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on 23 September 2009
A lifetime ago I saw Vicky Coren in a pub in Oxford. Didnt know her from Adam Dalgliesh at the time - she stuck in my mind because although she looked like a right posh bird, she laughed like the lovechild of Sid James and Dot Cotton.

A few years later she turned out to be An Famous and more especially, An Famous who played cards on the telly. An Famous who played cards on the telly, who I'd seen in a pub. Brilliant. Pub Story Gold. According to the rules of popular culture she became an anecdotal fixture in my life whenever poker, laughing and/or posh birds came up in the conversation.

"That Vicky Coren, yeah she used to drink in my local, got the best laugh in the world that girl, and she plays cards on the telly. She's lovely she is."

All based on nothing of course but clearly repeated often enough to ensure that when Once More With Feeling hit the bookstores I got 7 copies as birthday presents. I had to return 6 of them and I'm pretty sure I'm still known to the staff in my local bookshop as "the porn book guy".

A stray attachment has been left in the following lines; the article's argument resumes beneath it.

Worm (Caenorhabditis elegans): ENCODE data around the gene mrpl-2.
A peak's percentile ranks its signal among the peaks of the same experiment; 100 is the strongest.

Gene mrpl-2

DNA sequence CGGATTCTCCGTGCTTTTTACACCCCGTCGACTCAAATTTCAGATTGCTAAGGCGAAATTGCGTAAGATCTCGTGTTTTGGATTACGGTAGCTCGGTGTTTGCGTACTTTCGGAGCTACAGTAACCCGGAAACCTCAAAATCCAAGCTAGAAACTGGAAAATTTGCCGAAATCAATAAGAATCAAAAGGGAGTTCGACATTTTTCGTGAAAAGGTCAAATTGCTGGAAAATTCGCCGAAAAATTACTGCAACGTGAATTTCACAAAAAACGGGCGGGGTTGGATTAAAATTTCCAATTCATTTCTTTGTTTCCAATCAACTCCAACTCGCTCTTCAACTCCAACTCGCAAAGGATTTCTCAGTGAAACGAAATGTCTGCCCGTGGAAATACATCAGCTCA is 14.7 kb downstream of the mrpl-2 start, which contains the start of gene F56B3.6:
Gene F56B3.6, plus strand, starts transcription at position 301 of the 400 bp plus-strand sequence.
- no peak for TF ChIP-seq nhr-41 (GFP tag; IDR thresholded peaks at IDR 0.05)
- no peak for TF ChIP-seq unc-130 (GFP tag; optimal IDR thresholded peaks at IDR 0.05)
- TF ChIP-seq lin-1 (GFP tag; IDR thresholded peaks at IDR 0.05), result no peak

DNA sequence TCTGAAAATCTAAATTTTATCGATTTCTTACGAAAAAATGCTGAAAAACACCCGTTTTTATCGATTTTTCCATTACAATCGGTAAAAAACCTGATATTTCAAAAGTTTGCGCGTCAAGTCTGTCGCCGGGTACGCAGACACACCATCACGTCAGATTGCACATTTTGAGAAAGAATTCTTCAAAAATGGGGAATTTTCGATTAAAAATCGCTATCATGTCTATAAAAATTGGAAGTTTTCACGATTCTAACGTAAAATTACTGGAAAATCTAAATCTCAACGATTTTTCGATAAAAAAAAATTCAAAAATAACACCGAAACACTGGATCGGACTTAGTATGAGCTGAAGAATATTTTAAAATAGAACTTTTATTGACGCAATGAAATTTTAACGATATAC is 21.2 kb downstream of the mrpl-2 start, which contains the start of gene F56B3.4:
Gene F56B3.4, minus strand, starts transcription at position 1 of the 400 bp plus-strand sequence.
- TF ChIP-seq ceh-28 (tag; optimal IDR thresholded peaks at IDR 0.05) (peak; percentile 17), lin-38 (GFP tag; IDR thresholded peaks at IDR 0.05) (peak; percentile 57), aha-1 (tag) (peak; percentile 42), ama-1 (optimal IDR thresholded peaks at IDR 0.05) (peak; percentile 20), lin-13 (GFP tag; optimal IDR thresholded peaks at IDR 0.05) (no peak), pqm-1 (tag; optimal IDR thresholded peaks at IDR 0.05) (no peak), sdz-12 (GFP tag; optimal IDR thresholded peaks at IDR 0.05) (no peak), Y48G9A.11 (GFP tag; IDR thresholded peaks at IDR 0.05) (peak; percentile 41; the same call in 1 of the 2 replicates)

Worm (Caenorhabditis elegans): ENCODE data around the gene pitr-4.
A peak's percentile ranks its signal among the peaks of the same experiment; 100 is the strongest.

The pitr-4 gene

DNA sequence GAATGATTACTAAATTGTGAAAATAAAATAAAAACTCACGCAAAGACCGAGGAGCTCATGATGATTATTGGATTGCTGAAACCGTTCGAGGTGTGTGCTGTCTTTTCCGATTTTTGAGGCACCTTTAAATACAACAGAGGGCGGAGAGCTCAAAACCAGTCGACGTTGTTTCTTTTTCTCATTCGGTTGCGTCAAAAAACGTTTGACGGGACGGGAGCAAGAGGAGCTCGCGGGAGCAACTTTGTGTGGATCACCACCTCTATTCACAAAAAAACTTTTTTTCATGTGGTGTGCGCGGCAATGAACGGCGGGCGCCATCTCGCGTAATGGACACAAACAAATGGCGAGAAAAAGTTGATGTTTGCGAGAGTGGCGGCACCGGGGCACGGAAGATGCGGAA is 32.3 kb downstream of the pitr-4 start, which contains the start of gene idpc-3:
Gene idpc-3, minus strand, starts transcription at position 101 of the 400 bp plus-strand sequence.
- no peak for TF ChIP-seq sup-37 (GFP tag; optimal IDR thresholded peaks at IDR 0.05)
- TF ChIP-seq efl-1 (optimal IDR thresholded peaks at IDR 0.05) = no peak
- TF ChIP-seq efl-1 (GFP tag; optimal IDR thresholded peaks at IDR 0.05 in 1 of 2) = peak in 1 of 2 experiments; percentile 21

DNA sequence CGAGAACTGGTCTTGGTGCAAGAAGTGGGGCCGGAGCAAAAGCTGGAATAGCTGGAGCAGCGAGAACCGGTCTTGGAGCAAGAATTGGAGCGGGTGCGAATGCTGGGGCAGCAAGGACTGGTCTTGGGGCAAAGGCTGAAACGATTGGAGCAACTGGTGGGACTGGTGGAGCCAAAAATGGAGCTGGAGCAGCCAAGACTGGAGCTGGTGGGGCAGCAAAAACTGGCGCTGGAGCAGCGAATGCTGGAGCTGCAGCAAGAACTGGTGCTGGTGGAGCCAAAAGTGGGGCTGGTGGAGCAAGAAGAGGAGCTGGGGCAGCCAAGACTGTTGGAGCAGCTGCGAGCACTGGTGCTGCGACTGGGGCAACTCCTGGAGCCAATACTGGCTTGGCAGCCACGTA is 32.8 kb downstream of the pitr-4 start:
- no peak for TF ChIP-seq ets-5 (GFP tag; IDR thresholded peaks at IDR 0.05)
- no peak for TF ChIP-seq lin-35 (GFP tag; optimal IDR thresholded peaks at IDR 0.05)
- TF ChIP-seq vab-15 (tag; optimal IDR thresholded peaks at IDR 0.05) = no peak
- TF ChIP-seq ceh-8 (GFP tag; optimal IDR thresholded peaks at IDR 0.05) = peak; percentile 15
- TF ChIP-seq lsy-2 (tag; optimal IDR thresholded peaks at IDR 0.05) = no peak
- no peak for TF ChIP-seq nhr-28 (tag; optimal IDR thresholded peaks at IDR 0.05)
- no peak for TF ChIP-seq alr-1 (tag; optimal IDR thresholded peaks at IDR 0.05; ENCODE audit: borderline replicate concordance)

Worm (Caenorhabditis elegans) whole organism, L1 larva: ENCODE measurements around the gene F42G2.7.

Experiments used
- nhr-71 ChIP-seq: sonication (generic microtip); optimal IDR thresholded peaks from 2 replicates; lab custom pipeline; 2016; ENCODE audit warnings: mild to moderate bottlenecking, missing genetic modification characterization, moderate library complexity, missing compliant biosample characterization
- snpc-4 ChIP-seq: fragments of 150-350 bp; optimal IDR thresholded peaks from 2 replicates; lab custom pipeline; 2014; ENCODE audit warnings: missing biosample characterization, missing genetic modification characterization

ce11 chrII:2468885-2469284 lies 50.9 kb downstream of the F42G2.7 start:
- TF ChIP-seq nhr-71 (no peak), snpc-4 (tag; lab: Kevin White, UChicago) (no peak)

So, skip some years and replay the scene. This year I only got 4 copies of For Richer, For Poorer - clearly I've lost some mates over the years - but still not a bad show. In the birthday gift Top 10 that got her third spot behind some rather nice malt whisky and a painting by Sadie Hennessy - a good result for a random, one anecdote, half serious, 14 year old, pretend celebrity crush.

And now she's gone and ruined it.

Not only has she written one of the most honest books about the poker lifestyle ever, but in a surprise move she's thrown the rules of conventional Celeb-Biography out of the window - she's only gone and been straight up about herself.